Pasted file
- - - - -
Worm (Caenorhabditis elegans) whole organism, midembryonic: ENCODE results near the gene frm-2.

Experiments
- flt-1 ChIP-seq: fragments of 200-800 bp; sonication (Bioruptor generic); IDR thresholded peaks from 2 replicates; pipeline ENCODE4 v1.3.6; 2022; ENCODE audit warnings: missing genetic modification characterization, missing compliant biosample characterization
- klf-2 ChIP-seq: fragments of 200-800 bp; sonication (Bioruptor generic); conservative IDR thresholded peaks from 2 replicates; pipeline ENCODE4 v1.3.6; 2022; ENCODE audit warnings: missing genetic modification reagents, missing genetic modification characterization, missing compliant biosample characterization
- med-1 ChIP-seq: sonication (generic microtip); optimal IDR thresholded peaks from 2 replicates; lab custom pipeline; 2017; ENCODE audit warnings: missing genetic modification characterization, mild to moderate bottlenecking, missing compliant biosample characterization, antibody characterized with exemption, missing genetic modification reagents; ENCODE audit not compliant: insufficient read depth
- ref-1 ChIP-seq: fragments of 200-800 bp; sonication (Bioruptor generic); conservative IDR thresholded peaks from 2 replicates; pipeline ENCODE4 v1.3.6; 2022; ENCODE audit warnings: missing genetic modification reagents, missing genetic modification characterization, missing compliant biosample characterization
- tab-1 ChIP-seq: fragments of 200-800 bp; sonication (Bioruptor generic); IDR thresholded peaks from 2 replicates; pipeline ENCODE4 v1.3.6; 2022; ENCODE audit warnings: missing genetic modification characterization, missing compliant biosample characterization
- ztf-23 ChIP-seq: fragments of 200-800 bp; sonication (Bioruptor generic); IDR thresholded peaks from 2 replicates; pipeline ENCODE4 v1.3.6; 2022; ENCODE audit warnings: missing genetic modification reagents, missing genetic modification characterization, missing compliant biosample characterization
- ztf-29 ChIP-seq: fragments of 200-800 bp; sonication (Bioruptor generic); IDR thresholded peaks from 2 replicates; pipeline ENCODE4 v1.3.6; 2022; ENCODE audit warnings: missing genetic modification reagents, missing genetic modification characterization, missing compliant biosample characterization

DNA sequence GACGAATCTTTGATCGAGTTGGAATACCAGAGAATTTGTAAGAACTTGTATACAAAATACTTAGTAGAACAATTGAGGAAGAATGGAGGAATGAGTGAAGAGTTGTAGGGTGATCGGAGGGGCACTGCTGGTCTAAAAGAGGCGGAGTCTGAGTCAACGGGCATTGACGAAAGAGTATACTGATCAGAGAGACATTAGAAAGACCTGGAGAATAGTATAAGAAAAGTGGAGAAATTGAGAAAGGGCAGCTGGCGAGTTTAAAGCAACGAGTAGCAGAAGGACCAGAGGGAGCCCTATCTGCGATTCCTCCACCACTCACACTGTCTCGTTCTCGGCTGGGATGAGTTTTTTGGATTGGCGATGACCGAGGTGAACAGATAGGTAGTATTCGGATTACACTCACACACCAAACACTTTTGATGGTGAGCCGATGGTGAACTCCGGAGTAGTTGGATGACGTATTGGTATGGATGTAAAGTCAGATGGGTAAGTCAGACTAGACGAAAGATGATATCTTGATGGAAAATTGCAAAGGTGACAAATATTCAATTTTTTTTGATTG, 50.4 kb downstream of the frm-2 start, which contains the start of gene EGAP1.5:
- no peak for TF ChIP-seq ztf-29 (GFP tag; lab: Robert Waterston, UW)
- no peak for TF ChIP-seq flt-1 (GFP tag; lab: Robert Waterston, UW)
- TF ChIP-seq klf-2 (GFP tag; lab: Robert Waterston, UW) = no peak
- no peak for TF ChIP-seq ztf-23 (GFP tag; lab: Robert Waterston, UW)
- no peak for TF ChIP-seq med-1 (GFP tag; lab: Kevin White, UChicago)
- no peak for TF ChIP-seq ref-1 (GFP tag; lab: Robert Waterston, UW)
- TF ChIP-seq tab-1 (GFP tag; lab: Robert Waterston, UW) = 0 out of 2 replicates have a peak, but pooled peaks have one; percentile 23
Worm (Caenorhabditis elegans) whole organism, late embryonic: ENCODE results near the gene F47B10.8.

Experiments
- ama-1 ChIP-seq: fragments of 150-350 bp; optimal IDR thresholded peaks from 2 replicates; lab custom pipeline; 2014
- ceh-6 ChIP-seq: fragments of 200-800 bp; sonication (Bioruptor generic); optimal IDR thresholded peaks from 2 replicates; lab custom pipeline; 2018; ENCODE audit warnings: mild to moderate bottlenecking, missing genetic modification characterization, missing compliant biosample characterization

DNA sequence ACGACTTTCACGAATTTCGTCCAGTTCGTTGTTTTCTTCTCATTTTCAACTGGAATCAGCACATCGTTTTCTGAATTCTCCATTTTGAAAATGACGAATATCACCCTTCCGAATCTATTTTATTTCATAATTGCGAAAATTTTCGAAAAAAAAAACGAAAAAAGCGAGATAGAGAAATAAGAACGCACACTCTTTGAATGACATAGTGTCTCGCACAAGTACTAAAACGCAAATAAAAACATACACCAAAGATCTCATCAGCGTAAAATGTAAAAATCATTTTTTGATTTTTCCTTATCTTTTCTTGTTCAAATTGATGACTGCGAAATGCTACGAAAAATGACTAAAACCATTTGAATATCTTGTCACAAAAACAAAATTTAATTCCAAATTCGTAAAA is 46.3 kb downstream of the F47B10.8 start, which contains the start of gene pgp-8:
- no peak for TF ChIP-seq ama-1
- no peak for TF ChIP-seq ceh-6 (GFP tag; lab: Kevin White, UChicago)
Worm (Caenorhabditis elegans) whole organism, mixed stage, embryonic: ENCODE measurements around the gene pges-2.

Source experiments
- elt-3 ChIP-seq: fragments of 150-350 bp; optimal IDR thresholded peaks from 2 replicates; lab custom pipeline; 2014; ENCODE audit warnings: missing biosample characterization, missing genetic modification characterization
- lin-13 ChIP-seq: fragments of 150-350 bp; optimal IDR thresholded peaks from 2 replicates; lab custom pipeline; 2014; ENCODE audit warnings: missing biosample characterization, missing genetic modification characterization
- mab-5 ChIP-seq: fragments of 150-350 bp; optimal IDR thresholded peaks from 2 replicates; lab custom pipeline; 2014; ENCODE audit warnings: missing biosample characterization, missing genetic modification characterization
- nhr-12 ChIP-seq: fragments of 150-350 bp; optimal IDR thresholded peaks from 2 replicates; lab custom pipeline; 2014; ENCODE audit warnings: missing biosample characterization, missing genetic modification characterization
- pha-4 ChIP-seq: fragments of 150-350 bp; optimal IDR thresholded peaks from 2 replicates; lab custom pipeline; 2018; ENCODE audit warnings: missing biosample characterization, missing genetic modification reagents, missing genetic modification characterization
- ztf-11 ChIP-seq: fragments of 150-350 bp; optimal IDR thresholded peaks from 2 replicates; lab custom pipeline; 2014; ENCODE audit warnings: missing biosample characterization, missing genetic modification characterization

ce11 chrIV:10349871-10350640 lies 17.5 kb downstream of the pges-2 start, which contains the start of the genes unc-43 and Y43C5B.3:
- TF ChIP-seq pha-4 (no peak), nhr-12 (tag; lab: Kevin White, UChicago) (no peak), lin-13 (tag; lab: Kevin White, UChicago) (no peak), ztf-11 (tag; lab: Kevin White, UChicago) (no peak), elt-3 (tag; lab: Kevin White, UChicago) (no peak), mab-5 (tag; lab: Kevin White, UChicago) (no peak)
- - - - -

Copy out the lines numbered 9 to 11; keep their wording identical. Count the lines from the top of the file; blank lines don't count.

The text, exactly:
- ztf-29 ChIP-seq: fragments of 200-800 bp; sonication (Bioruptor generic); IDR thresholded peaks from 2 replicates; pipeline ENCODE4 v1.3.6; 2022; ENCODE audit warnings: missing genetic modification reagents, missing genetic modification characterization, missing compliant biosample characterization

DNA sequence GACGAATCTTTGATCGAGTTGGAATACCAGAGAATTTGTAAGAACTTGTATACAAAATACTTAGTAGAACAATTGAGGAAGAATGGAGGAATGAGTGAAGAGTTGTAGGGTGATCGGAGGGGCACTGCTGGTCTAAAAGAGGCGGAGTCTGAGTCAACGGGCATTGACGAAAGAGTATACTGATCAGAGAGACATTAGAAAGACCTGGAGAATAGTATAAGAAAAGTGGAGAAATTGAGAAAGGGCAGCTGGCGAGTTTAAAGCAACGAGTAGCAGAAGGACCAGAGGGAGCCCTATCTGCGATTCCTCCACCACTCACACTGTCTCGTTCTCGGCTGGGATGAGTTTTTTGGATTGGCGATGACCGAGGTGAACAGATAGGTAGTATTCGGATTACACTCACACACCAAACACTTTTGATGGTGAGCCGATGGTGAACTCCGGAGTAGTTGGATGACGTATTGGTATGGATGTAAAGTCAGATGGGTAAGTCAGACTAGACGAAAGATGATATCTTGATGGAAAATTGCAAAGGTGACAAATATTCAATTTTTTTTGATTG, 50.4 kb downstream of the frm-2 start, which contains the start of gene EGAP1.5:
- no peak for TF ChIP-seq ztf-29 (GFP tag; lab: Robert Waterston, UW)